CAMBRIDGE, Mass.—In January, Synlogic Inc. announced the publication in Science Translational Medicine of clinical data from its Phase 1 clinical study in healthy volunteers and supporting preclinical data from its investigational candidate, SYNB1020, a proprietary “synthetic biotic.” The data support the continued development of SYNB1020, which is currently being evaluated in a Phase 1b/2a clinical trial in patients with cirrhosis and elevated blood ammonia.
“These data demonstrate that we can engineer bacteria to carry out a specific function, deliver them to humans and that they perform as designed,” said Dr. Paul Miller, Synlogic’s chief scientific officer. “Ongoing manufacturing and formulation development work at Synlogic gives us confidence we will be able to scale and formulate our Synthetic Biotic medicines to meet multiple needs in the marketplace for living medicines. The compelling data in this publication encouraged us to advance SYNB1020 into additional clinical studies, and we look forward to presenting data from our trial, designed to evaluate the potential of SYNB1020 to lower ammonia in patients with cirrhosis, in mid-2019.”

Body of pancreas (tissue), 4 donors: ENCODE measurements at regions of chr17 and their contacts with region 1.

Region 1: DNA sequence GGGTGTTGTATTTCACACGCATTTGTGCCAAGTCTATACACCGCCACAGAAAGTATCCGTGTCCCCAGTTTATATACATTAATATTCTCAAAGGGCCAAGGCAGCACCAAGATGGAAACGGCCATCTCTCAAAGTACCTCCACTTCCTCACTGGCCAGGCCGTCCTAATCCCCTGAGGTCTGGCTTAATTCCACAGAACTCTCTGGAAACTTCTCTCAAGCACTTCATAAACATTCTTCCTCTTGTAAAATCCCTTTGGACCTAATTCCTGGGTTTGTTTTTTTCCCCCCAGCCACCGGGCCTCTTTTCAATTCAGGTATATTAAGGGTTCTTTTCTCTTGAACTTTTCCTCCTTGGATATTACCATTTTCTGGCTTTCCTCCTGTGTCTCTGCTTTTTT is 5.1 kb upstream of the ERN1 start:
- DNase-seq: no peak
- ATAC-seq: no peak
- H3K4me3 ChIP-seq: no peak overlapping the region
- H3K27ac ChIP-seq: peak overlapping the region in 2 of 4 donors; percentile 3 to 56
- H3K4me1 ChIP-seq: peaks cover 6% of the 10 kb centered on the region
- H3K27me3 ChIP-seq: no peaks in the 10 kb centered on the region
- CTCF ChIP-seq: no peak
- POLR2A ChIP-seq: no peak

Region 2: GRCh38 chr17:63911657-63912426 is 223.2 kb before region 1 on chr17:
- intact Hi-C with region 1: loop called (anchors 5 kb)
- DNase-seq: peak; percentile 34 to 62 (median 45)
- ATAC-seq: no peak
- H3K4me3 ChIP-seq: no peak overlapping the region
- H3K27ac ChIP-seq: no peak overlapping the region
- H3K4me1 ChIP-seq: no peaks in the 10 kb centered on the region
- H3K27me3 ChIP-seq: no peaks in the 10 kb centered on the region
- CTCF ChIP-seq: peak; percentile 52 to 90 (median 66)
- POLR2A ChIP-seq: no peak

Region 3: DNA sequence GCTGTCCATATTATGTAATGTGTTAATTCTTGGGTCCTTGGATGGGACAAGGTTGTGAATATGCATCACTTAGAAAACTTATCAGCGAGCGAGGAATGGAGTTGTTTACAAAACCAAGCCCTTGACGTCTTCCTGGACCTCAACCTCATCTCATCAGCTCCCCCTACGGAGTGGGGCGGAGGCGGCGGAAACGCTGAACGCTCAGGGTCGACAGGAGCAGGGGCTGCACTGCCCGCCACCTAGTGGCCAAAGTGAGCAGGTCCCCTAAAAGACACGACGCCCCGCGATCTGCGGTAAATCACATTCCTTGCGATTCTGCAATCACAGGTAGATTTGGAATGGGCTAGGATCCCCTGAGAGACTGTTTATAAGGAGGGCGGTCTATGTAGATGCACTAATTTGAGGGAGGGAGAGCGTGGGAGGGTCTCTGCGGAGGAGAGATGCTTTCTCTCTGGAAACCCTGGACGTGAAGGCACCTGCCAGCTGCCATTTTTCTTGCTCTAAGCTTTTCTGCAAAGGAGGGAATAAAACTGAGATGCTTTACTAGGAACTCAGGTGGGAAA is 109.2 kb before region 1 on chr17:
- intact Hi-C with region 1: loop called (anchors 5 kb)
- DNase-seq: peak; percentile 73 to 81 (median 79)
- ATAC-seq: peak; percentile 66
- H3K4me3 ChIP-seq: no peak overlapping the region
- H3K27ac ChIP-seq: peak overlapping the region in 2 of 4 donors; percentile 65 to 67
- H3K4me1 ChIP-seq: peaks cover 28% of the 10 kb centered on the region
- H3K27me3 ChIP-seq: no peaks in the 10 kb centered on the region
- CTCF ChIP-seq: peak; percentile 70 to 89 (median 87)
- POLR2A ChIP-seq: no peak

The publication, entitled “An Engineered E. coli Nissle Improves Hyperammonemia and Survival in Mice and Shows Dose-dependent Exposure in Healthy Humans,” describes the engineering and characterization of SYNB1020, preclinical studies of SYNB1020 in mouse models of hyperammonemia (OTC spfash and the TAA model) and its safety in healthy mice and non-human primates (NHPs), as well as clinical data from Synlogic’s Phase 1 study of SYNB1020 in healthy volunteers.
“E. coli [strain] Nissle already has a metabolic pathway that makes arginine from ammonia. However, it has limited activity, and when the unengineered bacterium has made the arginine it needs to function, it turns the pathway off. We have used the tools of synthetic biology to create SYNB1020, engineering the bacterium’s genes so that the pathway is programmed to turn on in the low-oxygen environment of the colon, where most of the ammonia is generated, and to remain on and convert ammonia into arginine while there is ammonia present,” says Aoife M. Brennan, president, CEO and chief medical officer at Synlogic.
“Longstanding evidence supports the importance of the gastrointestinal (GI) tract as the major source of ammonia that makes its way into the systemic circulation, so the gut is a good place to address the problem of excess ammonia. In healthy people, the liver is able to take ammonia from the blood and break it down via the urea cycle,” continues Brennan. “In conditions that result in hyperammonemia—such as urea cycle disorders (UCDs), which are genetic mutations in enzymes of the urea cycle, or in cirrhosis where the liver is damaged—the urea cycle is impaired, and so ammonia builds up in the blood. Our approach is designed to reduce the amount of ammonia in the gut so that there is less ammonia available to move into the blood.”